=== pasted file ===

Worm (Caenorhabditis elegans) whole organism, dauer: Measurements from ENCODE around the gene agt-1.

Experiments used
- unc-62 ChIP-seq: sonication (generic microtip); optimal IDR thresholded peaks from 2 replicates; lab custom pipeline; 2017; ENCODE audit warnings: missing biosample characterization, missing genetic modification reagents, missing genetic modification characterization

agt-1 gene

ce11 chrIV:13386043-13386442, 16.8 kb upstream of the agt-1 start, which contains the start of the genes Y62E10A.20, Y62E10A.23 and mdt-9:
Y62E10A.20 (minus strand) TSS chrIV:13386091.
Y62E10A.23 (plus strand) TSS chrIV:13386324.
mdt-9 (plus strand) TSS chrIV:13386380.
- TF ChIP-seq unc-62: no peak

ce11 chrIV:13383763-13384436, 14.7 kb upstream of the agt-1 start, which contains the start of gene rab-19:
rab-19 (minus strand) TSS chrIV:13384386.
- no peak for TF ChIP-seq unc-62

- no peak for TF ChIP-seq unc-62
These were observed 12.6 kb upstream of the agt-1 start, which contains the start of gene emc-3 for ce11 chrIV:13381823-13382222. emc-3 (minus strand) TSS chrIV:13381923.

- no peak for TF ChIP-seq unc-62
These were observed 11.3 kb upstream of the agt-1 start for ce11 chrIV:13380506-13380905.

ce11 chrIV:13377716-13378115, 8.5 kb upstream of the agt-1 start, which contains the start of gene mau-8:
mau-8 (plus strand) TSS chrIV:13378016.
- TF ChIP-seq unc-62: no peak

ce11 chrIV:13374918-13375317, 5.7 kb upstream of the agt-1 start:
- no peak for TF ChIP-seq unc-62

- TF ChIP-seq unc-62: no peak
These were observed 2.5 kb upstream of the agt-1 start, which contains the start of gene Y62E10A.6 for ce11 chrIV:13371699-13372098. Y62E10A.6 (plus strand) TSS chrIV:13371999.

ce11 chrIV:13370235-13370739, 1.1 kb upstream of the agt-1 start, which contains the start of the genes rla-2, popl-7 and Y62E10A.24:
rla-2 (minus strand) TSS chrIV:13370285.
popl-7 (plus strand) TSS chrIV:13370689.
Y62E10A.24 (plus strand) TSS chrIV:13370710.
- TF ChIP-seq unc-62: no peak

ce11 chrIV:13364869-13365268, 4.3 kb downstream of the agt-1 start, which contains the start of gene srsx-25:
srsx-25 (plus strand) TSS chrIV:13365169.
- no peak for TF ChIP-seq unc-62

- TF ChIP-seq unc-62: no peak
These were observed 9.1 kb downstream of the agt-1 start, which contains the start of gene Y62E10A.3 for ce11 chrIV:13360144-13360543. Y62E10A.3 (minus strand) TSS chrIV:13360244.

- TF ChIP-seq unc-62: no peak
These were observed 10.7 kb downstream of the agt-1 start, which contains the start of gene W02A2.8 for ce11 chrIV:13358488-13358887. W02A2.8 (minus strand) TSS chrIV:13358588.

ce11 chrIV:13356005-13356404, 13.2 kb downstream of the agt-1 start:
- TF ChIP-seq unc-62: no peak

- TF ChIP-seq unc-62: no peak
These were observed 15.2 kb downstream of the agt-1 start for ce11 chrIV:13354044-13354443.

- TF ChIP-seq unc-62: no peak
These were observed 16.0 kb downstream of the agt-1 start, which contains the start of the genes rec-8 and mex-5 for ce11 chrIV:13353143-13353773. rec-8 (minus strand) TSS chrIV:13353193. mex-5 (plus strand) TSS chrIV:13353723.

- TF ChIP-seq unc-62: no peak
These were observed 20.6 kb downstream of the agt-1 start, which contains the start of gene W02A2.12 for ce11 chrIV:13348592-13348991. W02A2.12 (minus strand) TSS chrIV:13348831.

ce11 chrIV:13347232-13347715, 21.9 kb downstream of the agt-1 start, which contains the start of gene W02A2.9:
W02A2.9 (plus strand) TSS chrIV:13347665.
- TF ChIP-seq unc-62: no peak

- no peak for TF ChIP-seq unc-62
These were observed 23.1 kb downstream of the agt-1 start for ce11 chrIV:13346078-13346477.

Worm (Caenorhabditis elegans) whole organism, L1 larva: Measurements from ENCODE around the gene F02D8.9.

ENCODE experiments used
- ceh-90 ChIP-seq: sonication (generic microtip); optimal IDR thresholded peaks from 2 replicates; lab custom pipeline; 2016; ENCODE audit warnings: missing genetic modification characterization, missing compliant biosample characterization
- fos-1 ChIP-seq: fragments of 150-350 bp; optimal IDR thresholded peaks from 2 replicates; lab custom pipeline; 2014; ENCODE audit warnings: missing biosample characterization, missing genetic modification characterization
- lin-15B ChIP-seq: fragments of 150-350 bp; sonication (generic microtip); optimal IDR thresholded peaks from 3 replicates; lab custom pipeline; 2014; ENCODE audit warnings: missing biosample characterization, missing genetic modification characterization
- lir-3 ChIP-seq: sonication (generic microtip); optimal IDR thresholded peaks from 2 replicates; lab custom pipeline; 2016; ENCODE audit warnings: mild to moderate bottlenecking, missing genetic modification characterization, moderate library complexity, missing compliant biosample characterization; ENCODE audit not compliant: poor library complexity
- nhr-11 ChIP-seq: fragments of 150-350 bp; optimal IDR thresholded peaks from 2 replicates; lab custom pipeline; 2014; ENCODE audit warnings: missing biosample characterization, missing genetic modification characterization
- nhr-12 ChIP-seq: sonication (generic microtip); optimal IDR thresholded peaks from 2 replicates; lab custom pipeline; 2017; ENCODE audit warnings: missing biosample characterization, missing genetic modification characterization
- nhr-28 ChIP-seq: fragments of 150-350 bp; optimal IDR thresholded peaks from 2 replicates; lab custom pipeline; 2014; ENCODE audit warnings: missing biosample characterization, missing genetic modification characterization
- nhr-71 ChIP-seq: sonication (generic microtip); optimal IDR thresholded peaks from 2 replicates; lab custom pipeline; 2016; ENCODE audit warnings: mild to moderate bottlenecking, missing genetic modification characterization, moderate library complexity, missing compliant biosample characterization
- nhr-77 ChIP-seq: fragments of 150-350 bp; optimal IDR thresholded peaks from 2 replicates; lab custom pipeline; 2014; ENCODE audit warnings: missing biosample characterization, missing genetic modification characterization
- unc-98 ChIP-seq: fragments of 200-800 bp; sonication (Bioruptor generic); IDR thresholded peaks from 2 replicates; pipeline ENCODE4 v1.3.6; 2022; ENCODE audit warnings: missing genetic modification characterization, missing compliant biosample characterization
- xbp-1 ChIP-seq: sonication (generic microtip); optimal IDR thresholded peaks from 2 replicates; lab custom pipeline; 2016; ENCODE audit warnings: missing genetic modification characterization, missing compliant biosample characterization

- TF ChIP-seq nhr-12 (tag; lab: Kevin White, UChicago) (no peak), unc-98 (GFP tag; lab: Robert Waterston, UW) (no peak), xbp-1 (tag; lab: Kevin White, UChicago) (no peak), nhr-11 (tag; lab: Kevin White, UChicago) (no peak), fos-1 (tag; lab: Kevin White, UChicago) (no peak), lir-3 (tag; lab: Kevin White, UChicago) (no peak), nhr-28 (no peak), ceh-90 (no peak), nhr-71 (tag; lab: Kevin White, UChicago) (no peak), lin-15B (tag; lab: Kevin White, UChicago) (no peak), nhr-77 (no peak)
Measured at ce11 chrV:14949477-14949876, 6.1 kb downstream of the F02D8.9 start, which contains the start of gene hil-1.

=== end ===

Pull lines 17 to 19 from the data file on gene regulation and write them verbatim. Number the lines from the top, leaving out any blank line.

ce11 chrIV:13377716-13378115, 8.5 kb upstream of the agt-1 start, which contains the start of gene mau-8:
mau-8 (plus strand) TSS chrIV:13378016.
- TF ChIP-seq unc-62: no peak